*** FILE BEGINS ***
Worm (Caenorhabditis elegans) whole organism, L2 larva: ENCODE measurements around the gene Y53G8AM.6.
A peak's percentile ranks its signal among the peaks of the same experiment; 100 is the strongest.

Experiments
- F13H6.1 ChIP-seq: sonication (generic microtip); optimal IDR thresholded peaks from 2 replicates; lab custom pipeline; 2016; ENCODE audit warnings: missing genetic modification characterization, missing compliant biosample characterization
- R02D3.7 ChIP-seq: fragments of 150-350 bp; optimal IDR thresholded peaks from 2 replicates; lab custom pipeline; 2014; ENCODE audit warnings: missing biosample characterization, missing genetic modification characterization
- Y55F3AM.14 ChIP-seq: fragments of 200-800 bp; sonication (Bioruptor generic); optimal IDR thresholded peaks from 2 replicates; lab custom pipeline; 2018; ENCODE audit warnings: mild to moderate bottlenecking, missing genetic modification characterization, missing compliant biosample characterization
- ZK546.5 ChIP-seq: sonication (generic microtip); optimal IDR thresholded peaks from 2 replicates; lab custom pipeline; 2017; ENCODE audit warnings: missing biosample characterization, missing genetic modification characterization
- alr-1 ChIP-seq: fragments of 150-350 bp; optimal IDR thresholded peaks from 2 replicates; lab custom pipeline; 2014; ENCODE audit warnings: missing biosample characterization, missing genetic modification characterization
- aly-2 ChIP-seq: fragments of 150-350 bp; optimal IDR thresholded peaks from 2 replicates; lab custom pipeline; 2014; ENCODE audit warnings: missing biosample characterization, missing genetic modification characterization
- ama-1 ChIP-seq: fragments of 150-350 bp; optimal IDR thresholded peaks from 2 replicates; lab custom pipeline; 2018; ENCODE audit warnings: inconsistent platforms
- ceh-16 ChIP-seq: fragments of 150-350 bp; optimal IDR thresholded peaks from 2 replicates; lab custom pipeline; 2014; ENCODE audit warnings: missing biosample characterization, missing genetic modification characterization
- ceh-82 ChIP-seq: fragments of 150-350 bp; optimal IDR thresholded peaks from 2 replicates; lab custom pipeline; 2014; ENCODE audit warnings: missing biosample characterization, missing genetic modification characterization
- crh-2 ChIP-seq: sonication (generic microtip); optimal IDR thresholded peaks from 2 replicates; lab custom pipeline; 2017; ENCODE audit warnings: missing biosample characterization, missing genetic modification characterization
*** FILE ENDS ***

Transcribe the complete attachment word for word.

Worm (Caenorhabditis elegans) whole organism, L2 larva: ENCODE measurements around the gene Y53G8AM.6.
A peak's percentile ranks its signal among the peaks of the same experiment; 100 is the strongest.

Experiments
- F13H6.1 ChIP-seq: sonication (generic microtip); optimal IDR thresholded peaks from 2 replicates; lab custom pipeline; 2016; ENCODE audit warnings: missing genetic modification characterization, missing compliant biosample characterization
- R02D3.7 ChIP-seq: fragments of 150-350 bp; optimal IDR thresholded peaks from 2 replicates; lab custom pipeline; 2014; ENCODE audit warnings: missing biosample characterization, missing genetic modification characterization
- Y55F3AM.14 ChIP-seq: fragments of 200-800 bp; sonication (Bioruptor generic); optimal IDR thresholded peaks from 2 replicates; lab custom pipeline; 2018; ENCODE audit warnings: mild to moderate bottlenecking, missing genetic modification characterization, missing compliant biosample characterization
- ZK546.5 ChIP-seq: sonication (generic microtip); optimal IDR thresholded peaks from 2 replicates; lab custom pipeline; 2017; ENCODE audit warnings: missing biosample characterization, missing genetic modification characterization
- alr-1 ChIP-seq: fragments of 150-350 bp; optimal IDR thresholded peaks from 2 replicates; lab custom pipeline; 2014; ENCODE audit warnings: missing biosample characterization, missing genetic modification characterization
- aly-2 ChIP-seq: fragments of 150-350 bp; optimal IDR thresholded peaks from 2 replicates; lab custom pipeline; 2014; ENCODE audit warnings: missing biosample characterization, missing genetic modification characterization
- ama-1 ChIP-seq: fragments of 150-350 bp; optimal IDR thresholded peaks from 2 replicates; lab custom pipeline; 2018; ENCODE audit warnings: inconsistent platforms
- ceh-16 ChIP-seq: fragments of 150-350 bp; optimal IDR thresholded peaks from 2 replicates; lab custom pipeline; 2014; ENCODE audit warnings: missing biosample characterization, missing genetic modification characterization
- ceh-82 ChIP-seq: fragments of 150-350 bp; optimal IDR thresholded peaks from 2 replicates; lab custom pipeline; 2014; ENCODE audit warnings: missing biosample characterization, missing genetic modification characterization
- crh-2 ChIP-seq: sonication (generic microtip); optimal IDR thresholded peaks from 2 replicates; lab custom pipeline; 2017; ENCODE audit warnings: missing biosample characterization, missing genetic modification characterization